Boost EU 2030 targets, says council
In a leaked document seen by Recharge, the European Council suggests a 30% target for renewables, a targeted cut in greenhouse gas emissions of “at least” 40%, and a 30% energy efficiency goal -- all for 2030.
The targets for renewables and efficiency would be binding at EU level, but neither would be binding at national level or broken down into national targets. In the document, all three targets appear in “hard brackets”, meaning that the figures are still the subject of negotiation between national governments.
The governments have joined the European Parliament’s call for a higher renewables ambition level than the 27% proposed by the European Commission (EC) in January this year, but without sharing the concerns of the parliament, the International Energy Agency (IEA) and the renewables industries about the discontinuation of national targets after 2020.
The governments are also well below the energy-efficiency ambition level of the parliament. In its February 2014 resolution, the European Parliament proposed a binding target for renewables of “at least 30%”, to be “implemented by means of individual national targets”. It also proposed a binding efficiency target of 40%, and a binding greenhouse gas reduction target of 40% compared to 1990, both combined with national targets.
It seems that renewables has won three percentage points at the expense of energy efficiency, which follows the logic of (parts of) the EC: an ambitious efficiency target combined with a higher renewables target would make it too hard, politically, to mend the European Emissions Trading Scheme.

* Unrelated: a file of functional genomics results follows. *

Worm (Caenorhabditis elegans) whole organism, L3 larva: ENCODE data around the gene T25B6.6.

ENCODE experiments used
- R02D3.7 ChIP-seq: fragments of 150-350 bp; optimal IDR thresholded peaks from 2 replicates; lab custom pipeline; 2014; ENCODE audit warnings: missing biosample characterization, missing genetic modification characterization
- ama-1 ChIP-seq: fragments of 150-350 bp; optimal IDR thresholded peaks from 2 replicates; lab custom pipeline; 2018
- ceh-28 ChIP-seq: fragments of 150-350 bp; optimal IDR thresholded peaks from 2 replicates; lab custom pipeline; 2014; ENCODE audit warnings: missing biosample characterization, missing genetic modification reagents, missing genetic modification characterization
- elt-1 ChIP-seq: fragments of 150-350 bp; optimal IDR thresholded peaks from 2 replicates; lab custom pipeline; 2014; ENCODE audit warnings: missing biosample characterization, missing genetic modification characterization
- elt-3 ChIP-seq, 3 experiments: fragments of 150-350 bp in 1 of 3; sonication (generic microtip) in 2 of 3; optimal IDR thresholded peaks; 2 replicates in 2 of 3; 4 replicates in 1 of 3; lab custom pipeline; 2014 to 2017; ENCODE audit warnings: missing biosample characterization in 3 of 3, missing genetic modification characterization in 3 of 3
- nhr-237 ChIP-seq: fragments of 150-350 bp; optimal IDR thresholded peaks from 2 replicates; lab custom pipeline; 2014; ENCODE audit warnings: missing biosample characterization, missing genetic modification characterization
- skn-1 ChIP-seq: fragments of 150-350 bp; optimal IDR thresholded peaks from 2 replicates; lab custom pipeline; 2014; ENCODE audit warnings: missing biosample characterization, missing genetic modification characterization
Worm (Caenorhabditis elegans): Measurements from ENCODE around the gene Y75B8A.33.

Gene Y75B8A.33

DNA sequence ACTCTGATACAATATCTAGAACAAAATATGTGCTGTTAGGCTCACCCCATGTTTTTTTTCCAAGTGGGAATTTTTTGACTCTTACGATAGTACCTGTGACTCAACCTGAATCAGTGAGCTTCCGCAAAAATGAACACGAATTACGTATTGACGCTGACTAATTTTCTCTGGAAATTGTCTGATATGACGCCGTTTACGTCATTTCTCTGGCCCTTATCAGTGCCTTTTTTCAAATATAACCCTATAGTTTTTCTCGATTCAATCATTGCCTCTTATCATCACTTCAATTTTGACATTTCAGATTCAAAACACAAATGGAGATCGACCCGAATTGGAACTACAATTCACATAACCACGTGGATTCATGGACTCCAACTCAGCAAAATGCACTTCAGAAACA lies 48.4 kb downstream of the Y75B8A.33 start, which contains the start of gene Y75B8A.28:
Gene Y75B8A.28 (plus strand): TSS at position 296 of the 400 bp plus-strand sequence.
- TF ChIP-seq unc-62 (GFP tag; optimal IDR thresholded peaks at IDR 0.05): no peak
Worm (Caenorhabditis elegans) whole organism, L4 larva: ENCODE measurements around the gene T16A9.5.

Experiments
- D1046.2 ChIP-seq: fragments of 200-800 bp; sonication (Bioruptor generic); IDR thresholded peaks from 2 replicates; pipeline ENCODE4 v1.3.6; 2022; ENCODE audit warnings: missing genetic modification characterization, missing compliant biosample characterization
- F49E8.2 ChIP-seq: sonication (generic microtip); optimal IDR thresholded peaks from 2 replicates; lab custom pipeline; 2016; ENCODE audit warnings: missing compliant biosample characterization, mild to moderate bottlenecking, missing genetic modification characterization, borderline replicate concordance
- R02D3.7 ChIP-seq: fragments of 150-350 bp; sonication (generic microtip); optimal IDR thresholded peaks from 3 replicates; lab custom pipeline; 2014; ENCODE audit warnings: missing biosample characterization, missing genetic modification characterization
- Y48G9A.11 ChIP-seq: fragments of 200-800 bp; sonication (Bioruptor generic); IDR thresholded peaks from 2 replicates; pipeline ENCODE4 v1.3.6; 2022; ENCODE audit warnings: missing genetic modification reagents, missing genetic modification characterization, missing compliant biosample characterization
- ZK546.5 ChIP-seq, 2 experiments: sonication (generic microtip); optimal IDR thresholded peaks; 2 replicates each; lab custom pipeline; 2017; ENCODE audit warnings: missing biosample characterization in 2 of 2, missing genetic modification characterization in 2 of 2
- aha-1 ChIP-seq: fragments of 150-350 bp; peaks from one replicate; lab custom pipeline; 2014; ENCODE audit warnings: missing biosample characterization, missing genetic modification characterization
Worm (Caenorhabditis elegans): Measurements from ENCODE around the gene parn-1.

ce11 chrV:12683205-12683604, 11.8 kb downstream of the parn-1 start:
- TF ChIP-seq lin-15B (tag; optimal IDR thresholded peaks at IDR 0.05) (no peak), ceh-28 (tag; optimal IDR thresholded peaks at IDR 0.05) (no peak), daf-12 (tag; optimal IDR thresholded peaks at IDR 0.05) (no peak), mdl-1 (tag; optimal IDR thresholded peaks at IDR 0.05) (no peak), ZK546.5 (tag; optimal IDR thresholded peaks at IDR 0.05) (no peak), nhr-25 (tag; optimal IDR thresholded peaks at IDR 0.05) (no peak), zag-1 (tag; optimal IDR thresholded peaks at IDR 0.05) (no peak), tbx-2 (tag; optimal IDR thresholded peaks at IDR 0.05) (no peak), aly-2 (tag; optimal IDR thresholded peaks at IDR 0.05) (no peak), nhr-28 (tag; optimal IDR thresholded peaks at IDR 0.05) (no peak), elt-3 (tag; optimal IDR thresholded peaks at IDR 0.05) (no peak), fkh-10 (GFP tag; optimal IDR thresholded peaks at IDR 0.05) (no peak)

The draft council document must be seen as one of the final nails in the coffin that is being prepared for national renewables targets. Without national targets, the ability of the post-2020 renewables framework to meet the EU’s 2030 target crucially depends on the future details of the commission’s promised climate and energy governance system.
As the IEA pointed out last week in its Medium-Term renewable Energy Market Report, “The absence of binding national targets raises questions about how effective the overall EU target can be; more details on the nature of the governance framework overseeing these commitments would thus be critical.”
The IEA’s concern is shared by the European Parliament, which in its February 2014 resolution “expresses its deep concern about the proposals for a new governance structure for the 2030 framework”, while fearing that it may lead to an undermining of the Parliament’s powers as co-legislator.
According to commission calculations, a 30% renewable-energy share would avoid an additional €260bn ($342bn) in fuel costs 2011-30 – €13bn annually - compared to a 27% renewables share. A March 2014 report from consultancy Ecofys estimated that gas imports would be 30% lower than business-as-usual if a 40% greenhouse gas reduction target was combined with 30% renewables and energy efficiency.
If Europe went for a 45% renewables share in 2030, energy imports would be reduced by 100 million tonnes of oil equivalents, compared to the commission’s proposal. That is about equal to Europe’s current gas imports from Russia.
For now, governments seem to have accepted the argument put forward by the European Wind Energy Association, the European Photovoltaic Industry Association and other Brussels-based renewables organisations that a higher renewables target reduces dependency on imported Russian gas.
So it seems, as it happened in 2009 during the 2020 climate and energy framework discussions, that the European renewables industries must again be grateful to Russia and President Vladimir Putin, for contributing to higher renewables ambitions among the 28 nations of the EU.